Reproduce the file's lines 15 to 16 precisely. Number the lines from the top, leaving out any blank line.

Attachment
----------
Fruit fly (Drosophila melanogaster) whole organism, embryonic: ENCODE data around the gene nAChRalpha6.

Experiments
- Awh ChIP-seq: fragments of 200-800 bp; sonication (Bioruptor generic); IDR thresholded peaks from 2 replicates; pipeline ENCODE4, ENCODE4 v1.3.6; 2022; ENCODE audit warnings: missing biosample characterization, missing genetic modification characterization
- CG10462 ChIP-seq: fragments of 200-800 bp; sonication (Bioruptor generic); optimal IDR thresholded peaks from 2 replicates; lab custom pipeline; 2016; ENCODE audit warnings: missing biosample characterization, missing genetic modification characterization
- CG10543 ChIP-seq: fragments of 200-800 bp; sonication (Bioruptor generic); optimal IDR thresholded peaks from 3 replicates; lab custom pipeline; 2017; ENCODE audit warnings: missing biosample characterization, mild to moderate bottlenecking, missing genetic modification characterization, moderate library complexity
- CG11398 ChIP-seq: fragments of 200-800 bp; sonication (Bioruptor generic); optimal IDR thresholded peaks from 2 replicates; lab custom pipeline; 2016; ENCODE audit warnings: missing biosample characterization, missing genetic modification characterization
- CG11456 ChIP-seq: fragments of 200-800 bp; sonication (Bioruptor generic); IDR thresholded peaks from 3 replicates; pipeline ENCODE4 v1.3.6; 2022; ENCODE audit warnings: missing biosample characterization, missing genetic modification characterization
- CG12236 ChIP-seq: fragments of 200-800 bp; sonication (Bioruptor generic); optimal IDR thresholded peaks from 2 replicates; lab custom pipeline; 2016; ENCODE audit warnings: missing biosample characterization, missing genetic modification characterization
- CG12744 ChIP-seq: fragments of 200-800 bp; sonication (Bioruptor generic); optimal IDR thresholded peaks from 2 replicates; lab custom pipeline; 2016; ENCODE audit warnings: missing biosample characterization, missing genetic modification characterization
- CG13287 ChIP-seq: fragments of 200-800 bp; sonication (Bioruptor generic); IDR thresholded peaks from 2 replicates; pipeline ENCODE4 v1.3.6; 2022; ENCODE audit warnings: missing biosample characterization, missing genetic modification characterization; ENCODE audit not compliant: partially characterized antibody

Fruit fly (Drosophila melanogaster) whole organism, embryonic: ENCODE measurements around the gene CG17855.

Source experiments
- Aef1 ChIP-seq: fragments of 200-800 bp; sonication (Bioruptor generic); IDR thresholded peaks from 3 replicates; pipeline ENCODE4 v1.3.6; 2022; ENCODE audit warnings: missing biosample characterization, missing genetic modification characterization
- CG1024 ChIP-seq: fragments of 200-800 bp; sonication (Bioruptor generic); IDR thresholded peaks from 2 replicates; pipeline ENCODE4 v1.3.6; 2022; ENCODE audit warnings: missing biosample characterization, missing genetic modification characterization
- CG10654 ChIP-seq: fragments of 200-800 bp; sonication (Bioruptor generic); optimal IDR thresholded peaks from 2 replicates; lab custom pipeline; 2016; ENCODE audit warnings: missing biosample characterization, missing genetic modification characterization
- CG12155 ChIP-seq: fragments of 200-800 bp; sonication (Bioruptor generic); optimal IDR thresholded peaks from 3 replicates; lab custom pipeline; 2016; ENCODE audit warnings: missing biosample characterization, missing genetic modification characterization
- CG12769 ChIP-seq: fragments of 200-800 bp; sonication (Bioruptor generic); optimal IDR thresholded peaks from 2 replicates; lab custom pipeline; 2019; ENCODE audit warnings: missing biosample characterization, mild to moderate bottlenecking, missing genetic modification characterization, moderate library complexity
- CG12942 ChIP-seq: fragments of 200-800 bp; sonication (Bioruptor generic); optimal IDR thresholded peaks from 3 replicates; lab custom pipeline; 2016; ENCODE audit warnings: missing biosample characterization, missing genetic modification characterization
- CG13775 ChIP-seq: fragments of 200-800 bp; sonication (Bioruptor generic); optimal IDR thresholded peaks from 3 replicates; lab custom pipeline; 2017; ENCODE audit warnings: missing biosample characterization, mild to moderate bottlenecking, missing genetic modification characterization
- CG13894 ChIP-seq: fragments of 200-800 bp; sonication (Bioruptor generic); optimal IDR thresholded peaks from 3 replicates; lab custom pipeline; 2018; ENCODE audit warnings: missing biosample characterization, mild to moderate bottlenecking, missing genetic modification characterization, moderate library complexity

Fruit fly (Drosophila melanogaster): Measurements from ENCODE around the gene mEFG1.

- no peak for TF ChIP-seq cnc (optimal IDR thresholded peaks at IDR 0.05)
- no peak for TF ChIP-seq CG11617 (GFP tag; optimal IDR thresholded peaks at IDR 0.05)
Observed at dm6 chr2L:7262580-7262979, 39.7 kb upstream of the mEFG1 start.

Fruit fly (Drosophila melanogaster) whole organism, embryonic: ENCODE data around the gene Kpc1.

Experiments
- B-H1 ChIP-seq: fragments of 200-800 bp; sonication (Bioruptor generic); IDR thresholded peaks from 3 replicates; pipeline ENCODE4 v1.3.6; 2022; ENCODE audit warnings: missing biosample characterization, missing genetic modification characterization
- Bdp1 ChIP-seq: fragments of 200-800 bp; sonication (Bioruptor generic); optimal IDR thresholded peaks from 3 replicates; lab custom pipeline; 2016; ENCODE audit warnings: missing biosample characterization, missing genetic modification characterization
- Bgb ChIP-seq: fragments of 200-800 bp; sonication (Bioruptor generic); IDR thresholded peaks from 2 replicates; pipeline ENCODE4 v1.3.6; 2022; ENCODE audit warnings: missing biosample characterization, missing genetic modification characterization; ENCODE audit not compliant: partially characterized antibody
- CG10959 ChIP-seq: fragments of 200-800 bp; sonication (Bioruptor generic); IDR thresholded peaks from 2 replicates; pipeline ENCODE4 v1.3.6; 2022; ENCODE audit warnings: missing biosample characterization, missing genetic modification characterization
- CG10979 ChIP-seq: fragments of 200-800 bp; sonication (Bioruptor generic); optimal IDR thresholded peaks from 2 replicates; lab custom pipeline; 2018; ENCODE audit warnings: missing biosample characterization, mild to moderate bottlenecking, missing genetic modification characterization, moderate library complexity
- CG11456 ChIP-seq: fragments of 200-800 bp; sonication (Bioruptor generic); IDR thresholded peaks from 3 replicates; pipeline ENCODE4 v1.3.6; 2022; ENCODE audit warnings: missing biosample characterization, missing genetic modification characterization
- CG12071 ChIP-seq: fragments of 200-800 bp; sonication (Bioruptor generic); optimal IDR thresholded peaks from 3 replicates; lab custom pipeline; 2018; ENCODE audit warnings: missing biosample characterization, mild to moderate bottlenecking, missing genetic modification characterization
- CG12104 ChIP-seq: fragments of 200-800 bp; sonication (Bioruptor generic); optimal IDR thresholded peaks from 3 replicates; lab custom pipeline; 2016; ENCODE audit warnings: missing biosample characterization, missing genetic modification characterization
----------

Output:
- CG10654 ChIP-seq: fragments of 200-800 bp; sonication (Bioruptor generic); optimal IDR thresholded peaks from 2 replicates; lab custom pipeline; 2016; ENCODE audit warnings: missing biosample characterization, missing genetic modification characterization
- CG12155 ChIP-seq: fragments of 200-800 bp; sonication (Bioruptor generic); optimal IDR thresholded peaks from 3 replicates; lab custom pipeline; 2016; ENCODE audit warnings: missing biosample characterization, missing genetic modification characterization